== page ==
What Should You Never Say to an Irish Person?

Ireland is a country which has been stereotyped for hundreds of years. While one could argue some of these clichés are true, others are well off the mark!

Here, we will look at some things you should avoid saying in Ireland, as they may either cause offence or prevent you from being taken seriously on your trip to the Emerald Isle. So put on the kettle, make yourself a nice cuppa and away we go!

  • Top o’ the Mornin’ to ya
  • To be sure to be sure
  • Call Irish Paddies
  • Make fun of Potatoes
  • ‘So, your king is getting on in age, isn’t he?’
  • ‘Oh, you’re Irish. Do you know Pat O’Brien from Dublin?’
  • Say Patties Day
  • The Irish language is just English with an accent

Top o’ the mornin’ to ya

image via freepik.com

Avoid like the plague.

Nobody says it – not one person in any single part of Ireland. You may be frowned upon for using this phrase or the polite Irish may just laugh it off and move on to the next topic fairly quickly.


Good morning, morning, howya, well?, how are things?, grand morning, isn’t it?, awful morning, isn’t it?

To be sure to be sure

image via keepcalms.com

This one is in the same vein as the one above. Plastic Paddy-like, sometimes done with a cliched leprechaun-style accent. Makes us Irish cringe, followed by a wave of nausea. Avoid like the plage!


absolutely, no doubt, for sure, no doubt at all, without a shadow of a doubt.

Call Irish Paddies

This is an offensive and derogatory term used when the Irish lived and worked abroad over the last century. It does not have any positive connotations and is certainly best avoided.


Irish person, Irishman, Irish woman.

Make fun of potatoes

image via BBC

First of all, the Irish still love potatoes to this very day. What’s not to like? There are full of nutrition, they fill you up and are good and hearty foods for those miserable winter days. But, rest assured, there is a whole lot more to Irish cuisine than just potatoes.

Also, in the mid 1800s, a horrible and deeply traumatic event called ‘The Famine’ occured in Ireland. This originated from the failure of the potato crop, a staple of the poor and oppressed Irish people of that time. It lead to the death of over 1 million and a further 1 million emigrated. Although making fun of the potato may get a few chuckles, it’s pobably best to avoid it.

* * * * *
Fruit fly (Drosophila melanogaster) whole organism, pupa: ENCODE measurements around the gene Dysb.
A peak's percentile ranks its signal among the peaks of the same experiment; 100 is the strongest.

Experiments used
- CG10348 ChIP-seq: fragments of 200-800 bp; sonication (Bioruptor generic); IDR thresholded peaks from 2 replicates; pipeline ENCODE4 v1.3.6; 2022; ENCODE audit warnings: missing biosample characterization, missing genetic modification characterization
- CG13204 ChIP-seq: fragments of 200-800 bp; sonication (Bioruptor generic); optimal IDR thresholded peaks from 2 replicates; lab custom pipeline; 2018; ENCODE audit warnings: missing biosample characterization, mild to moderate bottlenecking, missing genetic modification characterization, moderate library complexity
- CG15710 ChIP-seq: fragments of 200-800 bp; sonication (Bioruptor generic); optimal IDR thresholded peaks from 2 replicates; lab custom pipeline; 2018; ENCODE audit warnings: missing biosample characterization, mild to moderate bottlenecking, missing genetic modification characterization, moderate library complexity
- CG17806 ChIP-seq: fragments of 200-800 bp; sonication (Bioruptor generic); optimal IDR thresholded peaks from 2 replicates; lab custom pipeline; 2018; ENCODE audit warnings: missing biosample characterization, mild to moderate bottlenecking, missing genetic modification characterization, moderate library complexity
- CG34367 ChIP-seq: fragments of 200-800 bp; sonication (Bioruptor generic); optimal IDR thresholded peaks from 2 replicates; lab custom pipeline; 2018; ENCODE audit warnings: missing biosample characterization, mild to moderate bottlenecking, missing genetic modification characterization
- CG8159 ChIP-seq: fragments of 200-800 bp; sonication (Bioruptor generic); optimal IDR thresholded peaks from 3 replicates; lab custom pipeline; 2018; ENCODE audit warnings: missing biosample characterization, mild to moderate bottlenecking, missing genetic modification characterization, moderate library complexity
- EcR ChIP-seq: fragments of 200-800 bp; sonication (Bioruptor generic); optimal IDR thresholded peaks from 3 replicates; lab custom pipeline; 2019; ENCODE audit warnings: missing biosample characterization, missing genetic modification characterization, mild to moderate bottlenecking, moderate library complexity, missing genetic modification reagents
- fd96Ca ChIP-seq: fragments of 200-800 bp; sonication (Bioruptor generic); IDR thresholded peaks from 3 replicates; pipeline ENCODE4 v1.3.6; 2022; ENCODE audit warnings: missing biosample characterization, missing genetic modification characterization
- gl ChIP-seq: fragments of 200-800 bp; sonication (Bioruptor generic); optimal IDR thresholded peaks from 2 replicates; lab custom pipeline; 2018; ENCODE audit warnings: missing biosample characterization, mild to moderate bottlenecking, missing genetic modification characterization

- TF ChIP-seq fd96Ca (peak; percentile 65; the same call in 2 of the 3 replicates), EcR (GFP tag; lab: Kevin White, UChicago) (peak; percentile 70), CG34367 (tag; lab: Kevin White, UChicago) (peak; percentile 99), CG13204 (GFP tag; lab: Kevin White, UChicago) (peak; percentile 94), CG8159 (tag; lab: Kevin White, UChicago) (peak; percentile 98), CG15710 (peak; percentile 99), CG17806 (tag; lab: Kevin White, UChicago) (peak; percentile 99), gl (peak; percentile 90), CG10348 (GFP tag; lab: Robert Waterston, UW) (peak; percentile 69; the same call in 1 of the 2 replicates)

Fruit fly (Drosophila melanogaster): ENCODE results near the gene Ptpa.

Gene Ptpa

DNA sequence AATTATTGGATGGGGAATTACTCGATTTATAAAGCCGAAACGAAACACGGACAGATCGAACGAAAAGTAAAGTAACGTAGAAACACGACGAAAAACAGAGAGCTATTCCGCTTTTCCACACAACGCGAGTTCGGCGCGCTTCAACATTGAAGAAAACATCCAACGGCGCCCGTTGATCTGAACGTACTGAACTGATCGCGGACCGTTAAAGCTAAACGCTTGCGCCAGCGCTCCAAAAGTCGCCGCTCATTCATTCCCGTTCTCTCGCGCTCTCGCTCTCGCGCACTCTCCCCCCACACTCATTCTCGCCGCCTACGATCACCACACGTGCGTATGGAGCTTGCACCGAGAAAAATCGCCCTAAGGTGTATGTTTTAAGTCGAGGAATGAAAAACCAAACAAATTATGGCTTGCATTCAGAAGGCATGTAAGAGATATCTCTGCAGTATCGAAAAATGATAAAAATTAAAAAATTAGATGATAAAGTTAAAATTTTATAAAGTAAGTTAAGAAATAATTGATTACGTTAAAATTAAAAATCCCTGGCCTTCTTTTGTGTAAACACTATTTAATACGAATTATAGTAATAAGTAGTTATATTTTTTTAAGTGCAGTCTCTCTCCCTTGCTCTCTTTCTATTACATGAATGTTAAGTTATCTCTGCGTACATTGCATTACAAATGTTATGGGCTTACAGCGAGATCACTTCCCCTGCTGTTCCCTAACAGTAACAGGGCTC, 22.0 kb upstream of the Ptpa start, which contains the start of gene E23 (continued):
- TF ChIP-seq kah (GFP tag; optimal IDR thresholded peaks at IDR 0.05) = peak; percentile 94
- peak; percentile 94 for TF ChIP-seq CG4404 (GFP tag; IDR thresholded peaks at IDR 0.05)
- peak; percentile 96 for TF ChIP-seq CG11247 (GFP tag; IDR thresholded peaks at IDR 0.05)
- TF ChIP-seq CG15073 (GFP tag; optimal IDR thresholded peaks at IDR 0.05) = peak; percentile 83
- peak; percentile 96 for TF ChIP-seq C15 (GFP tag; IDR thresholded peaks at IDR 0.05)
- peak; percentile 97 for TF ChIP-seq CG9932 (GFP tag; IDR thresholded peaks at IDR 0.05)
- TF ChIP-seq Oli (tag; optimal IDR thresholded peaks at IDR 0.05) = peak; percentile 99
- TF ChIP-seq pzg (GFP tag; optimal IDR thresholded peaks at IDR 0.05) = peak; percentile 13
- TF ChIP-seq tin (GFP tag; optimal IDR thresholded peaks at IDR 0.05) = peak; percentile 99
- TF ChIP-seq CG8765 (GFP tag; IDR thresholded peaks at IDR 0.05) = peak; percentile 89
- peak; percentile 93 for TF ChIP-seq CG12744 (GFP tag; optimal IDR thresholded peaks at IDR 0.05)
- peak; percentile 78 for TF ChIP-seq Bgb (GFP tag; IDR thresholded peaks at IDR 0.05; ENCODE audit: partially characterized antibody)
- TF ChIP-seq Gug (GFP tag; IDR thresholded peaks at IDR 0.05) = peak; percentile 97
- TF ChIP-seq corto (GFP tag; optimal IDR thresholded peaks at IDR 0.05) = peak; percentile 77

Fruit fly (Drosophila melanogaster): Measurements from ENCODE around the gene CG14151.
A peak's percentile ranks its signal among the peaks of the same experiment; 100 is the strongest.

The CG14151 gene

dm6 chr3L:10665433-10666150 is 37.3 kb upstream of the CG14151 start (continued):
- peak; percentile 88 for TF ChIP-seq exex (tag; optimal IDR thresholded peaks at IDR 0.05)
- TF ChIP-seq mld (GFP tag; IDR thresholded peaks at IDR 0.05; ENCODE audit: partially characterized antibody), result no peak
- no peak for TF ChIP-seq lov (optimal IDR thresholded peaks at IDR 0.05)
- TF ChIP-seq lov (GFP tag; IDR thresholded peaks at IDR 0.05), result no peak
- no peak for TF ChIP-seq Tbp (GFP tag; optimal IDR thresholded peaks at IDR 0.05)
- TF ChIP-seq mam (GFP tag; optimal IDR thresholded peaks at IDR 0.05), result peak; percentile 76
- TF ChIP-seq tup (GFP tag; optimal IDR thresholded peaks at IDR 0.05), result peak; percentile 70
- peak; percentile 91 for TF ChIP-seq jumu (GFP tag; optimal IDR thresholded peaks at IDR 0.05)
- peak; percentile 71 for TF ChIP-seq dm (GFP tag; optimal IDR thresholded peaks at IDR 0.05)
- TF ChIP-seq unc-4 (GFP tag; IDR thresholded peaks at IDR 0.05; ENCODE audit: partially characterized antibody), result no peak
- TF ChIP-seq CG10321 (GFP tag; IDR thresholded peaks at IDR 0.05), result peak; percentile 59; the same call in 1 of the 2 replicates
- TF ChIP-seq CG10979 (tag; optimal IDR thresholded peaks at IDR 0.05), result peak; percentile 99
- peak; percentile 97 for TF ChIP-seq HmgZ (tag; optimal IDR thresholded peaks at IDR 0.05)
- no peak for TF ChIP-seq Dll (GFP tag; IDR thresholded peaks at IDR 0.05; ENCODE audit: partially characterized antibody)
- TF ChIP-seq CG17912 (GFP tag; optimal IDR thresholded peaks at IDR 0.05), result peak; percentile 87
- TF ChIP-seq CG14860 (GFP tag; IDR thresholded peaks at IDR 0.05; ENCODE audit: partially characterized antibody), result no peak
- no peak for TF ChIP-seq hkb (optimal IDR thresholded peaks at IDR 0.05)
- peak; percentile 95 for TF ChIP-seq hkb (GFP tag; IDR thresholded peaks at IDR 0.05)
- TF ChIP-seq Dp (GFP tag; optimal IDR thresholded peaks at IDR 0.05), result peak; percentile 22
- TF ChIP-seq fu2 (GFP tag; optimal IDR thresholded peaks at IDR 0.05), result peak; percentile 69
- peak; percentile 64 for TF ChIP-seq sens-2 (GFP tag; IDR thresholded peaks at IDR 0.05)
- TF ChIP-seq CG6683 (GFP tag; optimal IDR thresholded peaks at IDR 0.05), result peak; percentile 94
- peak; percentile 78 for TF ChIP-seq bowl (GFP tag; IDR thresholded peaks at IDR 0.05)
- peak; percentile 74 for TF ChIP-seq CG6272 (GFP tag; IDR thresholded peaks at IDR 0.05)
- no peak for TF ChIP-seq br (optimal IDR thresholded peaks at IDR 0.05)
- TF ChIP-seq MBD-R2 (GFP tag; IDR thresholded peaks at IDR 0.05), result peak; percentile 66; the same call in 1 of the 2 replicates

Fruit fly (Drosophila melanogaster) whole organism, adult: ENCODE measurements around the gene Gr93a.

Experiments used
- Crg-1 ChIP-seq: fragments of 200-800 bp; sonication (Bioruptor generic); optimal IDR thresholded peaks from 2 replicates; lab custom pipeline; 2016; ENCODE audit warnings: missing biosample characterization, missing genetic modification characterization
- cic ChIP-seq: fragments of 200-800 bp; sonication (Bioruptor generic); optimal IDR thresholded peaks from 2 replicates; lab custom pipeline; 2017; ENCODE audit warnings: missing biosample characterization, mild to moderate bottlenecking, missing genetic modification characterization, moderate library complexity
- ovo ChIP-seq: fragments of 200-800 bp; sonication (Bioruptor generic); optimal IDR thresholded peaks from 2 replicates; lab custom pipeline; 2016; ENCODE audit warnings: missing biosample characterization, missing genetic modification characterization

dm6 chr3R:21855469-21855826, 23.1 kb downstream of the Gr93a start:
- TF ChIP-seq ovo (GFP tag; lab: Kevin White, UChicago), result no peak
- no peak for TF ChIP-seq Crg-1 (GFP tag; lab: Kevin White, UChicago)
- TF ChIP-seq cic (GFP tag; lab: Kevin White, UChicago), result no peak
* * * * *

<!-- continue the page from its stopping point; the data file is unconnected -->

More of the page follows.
‘The potatoes here in Ireland are amazing’, ‘I’ve never eaten potato pancakes before!’, ‘How are mash potatoes so good in Ireland?!’

‘So, your king is getting on in age, isn’t he?’

image via infoplease

No, no, no.

First of all, we don’t have a king or queen. Second of all, we don’t belong to the United Kingdom. Ireland is an independent state, which uses the Euro and is proud of its deep and fascinating culture.

By the way, Ireland and the UK have a good relationship and many Irish live and work in England and other parts, but the Irish went through some torturous years in order to finally regain its independence.

Putting Ireland in the same bracket as the UK is a big no-no and should definitely be avoided!


‘Is Brexit having an effect on trade between Ireland and the UK?

‘Oh, you’re Irish. Do you know Pat O’Brien from Dublin?’

Ireland is certainly a small country, but the whole island has a population of approximately 6 million. But we don’t know everyone. There are plenty of Irish who know a lot of people, but Ireland is not as small as one would think. There are certain family names that are more prevalent in some counties than others, but unless the person you are talking to comes from that exact region, chances are they won’t know them.


‘Oh you’re Irish, a good friend of mine lives in Dublin the last years. He loves the place’

Say ‘Patties Day’

This one seems to have somehow gotten lost in translation down through the years. It refers to St. Patrick’s Day, our national holiday. Patrick is often shortened to Paddy (in Ireland too) and you’ll hear the odd Irish person saying ‘Happy St. Paddy’s Day’, but ‘Patties Day’ seems to have taken on a life of its own. It sounds a tad daft, so best avoided!


‘Happy St. Patrick’s Day!’, ‘Are ye going to the parade?’

The Irish language is just English with an accent

This one can hit a nerve!

There are in fact 2 official languages in Ireland – Irish and English. English (with an accent) is spoken mainly in the country today, but Irish (Gaeilge) is the original language of Ireland. English was introduced during the colonisation of the country, but there are certain areas of the country where Irish is spoken as the main language today.

These areas are known as ‘Gaeltacht’ regions and are found mainly along the west coast. Should you try to learn a little bit of Irish, it will become apparent pretty quickly that Irish and English share no similarities.


‘Is the Irish language difficult to learn?, ‘Do children have to learn Irish in school’, ‘Do you come from an Irish speaking region?’


I hope you now have a good idea of what you should not say to an Irish person. Now that you know which cliches can tickle the Irish nerves, you’re more than prepared for a good ol’ chat with the locals. If you would like to add any more to this list or simply let us know about your experiences chatting to some Irish people, feel free to do so below. We’d be delighted to hear from ye, to be sure…

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